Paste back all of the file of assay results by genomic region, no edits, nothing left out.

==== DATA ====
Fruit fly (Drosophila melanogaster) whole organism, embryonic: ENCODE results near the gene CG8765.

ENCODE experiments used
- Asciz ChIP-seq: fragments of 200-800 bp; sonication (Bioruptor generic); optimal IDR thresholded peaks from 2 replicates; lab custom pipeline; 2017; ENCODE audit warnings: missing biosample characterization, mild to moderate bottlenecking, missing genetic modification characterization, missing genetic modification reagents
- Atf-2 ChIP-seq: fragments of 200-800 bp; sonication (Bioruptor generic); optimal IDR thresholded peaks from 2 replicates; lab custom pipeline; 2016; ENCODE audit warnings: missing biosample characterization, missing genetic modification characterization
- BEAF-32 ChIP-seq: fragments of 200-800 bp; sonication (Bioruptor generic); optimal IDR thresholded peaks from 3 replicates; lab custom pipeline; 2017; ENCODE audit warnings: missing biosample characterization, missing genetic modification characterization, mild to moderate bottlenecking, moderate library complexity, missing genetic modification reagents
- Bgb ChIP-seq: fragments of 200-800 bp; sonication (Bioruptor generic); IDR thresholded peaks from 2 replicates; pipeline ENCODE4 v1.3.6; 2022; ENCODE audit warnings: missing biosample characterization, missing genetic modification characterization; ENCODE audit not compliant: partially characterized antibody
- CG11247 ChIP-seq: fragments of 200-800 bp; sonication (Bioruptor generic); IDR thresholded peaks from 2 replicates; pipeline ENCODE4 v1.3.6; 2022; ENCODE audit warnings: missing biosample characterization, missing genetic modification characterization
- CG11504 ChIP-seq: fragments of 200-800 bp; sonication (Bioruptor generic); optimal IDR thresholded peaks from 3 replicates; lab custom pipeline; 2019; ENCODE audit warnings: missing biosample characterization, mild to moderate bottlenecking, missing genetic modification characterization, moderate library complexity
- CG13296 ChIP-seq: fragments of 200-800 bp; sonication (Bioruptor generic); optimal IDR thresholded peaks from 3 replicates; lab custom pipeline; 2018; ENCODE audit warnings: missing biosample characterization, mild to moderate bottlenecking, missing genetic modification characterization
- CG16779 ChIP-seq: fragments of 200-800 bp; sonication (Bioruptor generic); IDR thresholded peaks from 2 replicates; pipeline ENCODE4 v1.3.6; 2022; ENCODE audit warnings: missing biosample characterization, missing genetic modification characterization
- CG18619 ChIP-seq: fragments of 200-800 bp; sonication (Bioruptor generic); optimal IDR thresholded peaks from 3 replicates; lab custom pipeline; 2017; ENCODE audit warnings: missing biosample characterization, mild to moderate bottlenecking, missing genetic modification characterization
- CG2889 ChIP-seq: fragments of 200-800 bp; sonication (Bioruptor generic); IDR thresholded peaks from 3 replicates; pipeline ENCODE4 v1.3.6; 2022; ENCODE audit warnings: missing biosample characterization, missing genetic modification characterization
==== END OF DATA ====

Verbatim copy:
Fruit fly (Drosophila melanogaster) whole organism, embryonic: ENCODE results near the gene CG8765.

ENCODE experiments used
- Asciz ChIP-seq: fragments of 200-800 bp; sonication (Bioruptor generic); optimal IDR thresholded peaks from 2 replicates; lab custom pipeline; 2017; ENCODE audit warnings: missing biosample characterization, mild to moderate bottlenecking, missing genetic modification characterization, missing genetic modification reagents
- Atf-2 ChIP-seq: fragments of 200-800 bp; sonication (Bioruptor generic); optimal IDR thresholded peaks from 2 replicates; lab custom pipeline; 2016; ENCODE audit warnings: missing biosample characterization, missing genetic modification characterization
- BEAF-32 ChIP-seq: fragments of 200-800 bp; sonication (Bioruptor generic); optimal IDR thresholded peaks from 3 replicates; lab custom pipeline; 2017; ENCODE audit warnings: missing biosample characterization, missing genetic modification characterization, mild to moderate bottlenecking, moderate library complexity, missing genetic modification reagents
- Bgb ChIP-seq: fragments of 200-800 bp; sonication (Bioruptor generic); IDR thresholded peaks from 2 replicates; pipeline ENCODE4 v1.3.6; 2022; ENCODE audit warnings: missing biosample characterization, missing genetic modification characterization; ENCODE audit not compliant: partially characterized antibody
- CG11247 ChIP-seq: fragments of 200-800 bp; sonication (Bioruptor generic); IDR thresholded peaks from 2 replicates; pipeline ENCODE4 v1.3.6; 2022; ENCODE audit warnings: missing biosample characterization, missing genetic modification characterization
- CG11504 ChIP-seq: fragments of 200-800 bp; sonication (Bioruptor generic); optimal IDR thresholded peaks from 3 replicates; lab custom pipeline; 2019; ENCODE audit warnings: missing biosample characterization, mild to moderate bottlenecking, missing genetic modification characterization, moderate library complexity
- CG13296 ChIP-seq: fragments of 200-800 bp; sonication (Bioruptor generic); optimal IDR thresholded peaks from 3 replicates; lab custom pipeline; 2018; ENCODE audit warnings: missing biosample characterization, mild to moderate bottlenecking, missing genetic modification characterization
- CG16779 ChIP-seq: fragments of 200-800 bp; sonication (Bioruptor generic); IDR thresholded peaks from 2 replicates; pipeline ENCODE4 v1.3.6; 2022; ENCODE audit warnings: missing biosample characterization, missing genetic modification characterization
- CG18619 ChIP-seq: fragments of 200-800 bp; sonication (Bioruptor generic); optimal IDR thresholded peaks from 3 replicates; lab custom pipeline; 2017; ENCODE audit warnings: missing biosample characterization, mild to moderate bottlenecking, missing genetic modification characterization
- CG2889 ChIP-seq: fragments of 200-800 bp; sonication (Bioruptor generic); IDR thresholded peaks from 3 replicates; pipeline ENCODE4 v1.3.6; 2022; ENCODE audit warnings: missing biosample characterization, missing genetic modification characterization